OK, maybe some things from the ’70s are worth remembering

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If you’re old enough to have been thinking that today’s economy seems a lot like déjà vu all over again, you’re not alone – but you’re also probably at least 40-something or better.

Drew Gerber, CEO of Blue Kangeroo and creator of PitchRate.com, says that those of us struggling through today’s economic turmoil can learn a lot from what Burger King did during 1973.

For those young ‘uns out there who might not have caught on yet (or us older folks who long ago decided to permanently erase everything and anything 1970s-related from our memory banks), the advertising campaign was: “Have it your way!”

“Burger King knew that in a tough economy, frustrations were high and if you could give your customer just what they wanted – instead of what you wanted them to have – they’d keep coming back for more,” Gerber said. “With all the choices available today, this personal touch is even more important now than ever.”

If your business model was developed during a “high” or “boom,” he said, you might need to rethink your strategy.

“Think about your buyer and their needs,” Gerber said. “How can you better cater to them and how they use your services? The question you should be asking yourself is: How can I do a better job of letting my customers have it their way? Answer correctly, and everyone wins.”

(Except for folks like me who can’t seem to get that crazy “hold the pickles, hold the lettuce, special orders don’t upset us” jingle out of our heads.)

So, here are eight tips that Gerber says businesses can employ to let customers “have it their way.”

1. Reconnect with old friends and clients: Find out how you can make a difference to what they are up to. Some great ideas can come from listening to what sorts of problems people already in your network are facing. Offering solutions is the shortest road to success.

2. Have it your way and hit the highway: With airline prices the lowest they’ve been in years, it is cheaper than ever to have a face to face – which can make all the difference in this impersonal Internet world.

3. Ask not what your customers can do for you, ask what you can do for your customers: Never underestimate the power of directly asking “How are we doing? What are some areas you see where we can improve?” You might be surprised at the answers.

4. Be creative: Let your personality shine through. If you can find solutions and ideas that are fun and interesting to you, your customers will see it, too.

5. Go above and beyond the call of duty: It is those little extras that don’t cost you much, but have the potential to make all difference. Take a few extra minutes to shine.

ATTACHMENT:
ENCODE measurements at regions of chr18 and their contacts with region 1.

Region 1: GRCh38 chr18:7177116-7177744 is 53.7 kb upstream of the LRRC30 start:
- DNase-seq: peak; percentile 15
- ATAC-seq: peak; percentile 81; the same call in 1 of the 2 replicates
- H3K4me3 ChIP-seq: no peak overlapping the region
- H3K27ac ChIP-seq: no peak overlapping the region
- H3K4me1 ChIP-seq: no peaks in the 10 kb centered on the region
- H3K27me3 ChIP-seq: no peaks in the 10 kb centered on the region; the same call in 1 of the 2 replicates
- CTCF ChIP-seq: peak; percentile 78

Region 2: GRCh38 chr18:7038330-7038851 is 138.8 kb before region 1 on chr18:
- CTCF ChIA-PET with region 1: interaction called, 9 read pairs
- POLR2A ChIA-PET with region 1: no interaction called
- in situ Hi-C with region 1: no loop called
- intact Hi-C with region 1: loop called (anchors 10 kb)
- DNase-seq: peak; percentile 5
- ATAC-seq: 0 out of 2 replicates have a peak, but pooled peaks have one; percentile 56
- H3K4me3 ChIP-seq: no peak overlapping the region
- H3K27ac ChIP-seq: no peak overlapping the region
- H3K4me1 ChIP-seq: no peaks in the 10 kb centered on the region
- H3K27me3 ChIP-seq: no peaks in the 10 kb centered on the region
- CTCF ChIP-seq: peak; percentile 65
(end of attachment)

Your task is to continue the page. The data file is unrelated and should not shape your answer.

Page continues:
6. Surprise: Take a chance and don’t be afraid to follow your instincts down the road less traveled.

7. Shut up and listen: Listen to all of it – the good, the bad and the ugly. Often times your customers have insights and answers they aren’t aware of. Being a good listener helps you ask the right questions and get to the heart of the matter.

8. Acknowledgment: Make sure your customers know that you’re not only listening, but that you’re hearing them. Point out solutions or successes that have come directly from customer feedback and interactions.

And if doing all of the above leaves you just a bit ravenous, remember that you can still get whatever you want, or don’t want, on your Whopper.

Pressed to save

And in another sign of the times that everything once old is new again, it appears that Americans are re-discovering ironing as a way to cut household expenses.

The National Dry-cleaning Association reports a 20 percent decline in business since last September.

But if you weren’t fortunate enough to have two wonderful older sisters to teach you how to get that crisp dry-cleaned look at home like I was, here are a few tips from Betty Byrne, senior home economist and director of garment care at Proctor Silex.

Before you iron. If possible, take clothes out of the dryer slightly damp. Ironing this way is easier on the wrist and provides crisper results.

Collar. Start out with the underside of the collar, gently pulling and stretching the fabric, working from each point to the center.

Yoke. (The area of the shirt that rests on your shoulders.) Place one shoulder over the narrow end of the board, ironing from the center out. Repeat on the other shoulder.

Cuffs. Iron the inside of the cuffs first then the outside.

Sleeves. Iron one sleeve at a time, ironing the outside, or the cuff-opening side, of the sleeves first, and then the inside. Repeat on the other side.

Body. Begin by ironing the front panels; be careful and iron around the buttons, not over them. Complete by ironing the back panel. Give the collar another once over, check for any creases and wrinkles you may have missed.

Mike Boyd is editor of the Colorado Springs Business Journal. He can be reached at Mike.Boyd@csbj.com or 329-5206.